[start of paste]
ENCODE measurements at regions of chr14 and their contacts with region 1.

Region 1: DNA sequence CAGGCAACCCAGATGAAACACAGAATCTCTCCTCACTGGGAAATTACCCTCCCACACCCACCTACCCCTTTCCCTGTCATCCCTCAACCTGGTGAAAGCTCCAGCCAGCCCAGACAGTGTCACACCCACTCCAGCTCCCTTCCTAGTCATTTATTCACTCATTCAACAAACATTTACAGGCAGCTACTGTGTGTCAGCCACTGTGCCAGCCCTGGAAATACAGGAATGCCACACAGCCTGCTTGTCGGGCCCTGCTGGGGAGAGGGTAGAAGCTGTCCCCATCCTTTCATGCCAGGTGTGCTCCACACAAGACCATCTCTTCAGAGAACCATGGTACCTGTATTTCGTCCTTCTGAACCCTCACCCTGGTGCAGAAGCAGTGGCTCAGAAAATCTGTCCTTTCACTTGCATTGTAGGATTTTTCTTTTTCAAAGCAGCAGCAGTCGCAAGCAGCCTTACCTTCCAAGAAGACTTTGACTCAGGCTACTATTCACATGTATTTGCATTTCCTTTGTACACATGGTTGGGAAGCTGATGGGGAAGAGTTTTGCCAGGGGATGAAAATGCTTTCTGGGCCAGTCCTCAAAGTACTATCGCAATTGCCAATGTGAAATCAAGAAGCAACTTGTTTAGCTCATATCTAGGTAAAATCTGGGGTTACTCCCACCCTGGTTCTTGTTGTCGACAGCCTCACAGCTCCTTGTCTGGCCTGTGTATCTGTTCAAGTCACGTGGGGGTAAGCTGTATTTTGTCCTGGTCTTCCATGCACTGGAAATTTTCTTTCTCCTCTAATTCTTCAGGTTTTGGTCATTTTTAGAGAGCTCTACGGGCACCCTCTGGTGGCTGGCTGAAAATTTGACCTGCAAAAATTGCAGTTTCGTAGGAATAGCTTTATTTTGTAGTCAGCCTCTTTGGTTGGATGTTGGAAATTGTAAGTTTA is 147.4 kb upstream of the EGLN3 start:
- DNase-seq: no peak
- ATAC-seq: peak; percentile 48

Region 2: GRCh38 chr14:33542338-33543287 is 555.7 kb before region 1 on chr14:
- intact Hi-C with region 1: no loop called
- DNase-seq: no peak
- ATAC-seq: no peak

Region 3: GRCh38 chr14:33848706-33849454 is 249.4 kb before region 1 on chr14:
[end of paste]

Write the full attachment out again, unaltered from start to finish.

ENCODE measurements at regions of chr14 and their contacts with region 1.

Region 1: DNA sequence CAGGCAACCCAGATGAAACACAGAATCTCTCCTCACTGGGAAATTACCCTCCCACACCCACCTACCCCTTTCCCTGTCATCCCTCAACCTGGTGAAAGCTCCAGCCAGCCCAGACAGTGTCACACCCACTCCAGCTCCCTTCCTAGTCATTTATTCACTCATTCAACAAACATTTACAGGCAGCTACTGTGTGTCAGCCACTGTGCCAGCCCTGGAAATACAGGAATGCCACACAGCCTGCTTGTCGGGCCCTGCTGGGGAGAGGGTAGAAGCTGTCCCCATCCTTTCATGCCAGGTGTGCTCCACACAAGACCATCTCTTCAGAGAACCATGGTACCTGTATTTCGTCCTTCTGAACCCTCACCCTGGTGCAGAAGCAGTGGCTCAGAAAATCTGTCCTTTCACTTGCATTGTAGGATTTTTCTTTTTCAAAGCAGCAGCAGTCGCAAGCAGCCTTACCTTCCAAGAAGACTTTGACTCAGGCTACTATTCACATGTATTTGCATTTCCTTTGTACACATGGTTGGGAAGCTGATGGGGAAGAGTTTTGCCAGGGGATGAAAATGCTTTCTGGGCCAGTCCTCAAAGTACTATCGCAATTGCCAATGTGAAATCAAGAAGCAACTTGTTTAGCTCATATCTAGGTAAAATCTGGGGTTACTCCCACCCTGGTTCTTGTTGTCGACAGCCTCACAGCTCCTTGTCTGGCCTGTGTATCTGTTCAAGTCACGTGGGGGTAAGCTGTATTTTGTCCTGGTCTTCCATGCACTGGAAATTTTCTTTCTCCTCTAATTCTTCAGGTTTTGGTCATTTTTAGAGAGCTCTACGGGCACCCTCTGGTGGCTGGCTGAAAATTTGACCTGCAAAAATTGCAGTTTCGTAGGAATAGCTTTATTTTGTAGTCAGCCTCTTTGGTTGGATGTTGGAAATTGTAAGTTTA is 147.4 kb upstream of the EGLN3 start:
- DNase-seq: no peak
- ATAC-seq: peak; percentile 48

Region 2: GRCh38 chr14:33542338-33543287 is 555.7 kb before region 1 on chr14:
- intact Hi-C with region 1: no loop called
- DNase-seq: no peak
- ATAC-seq: no peak

Region 3: GRCh38 chr14:33848706-33849454 is 249.4 kb before region 1 on chr14: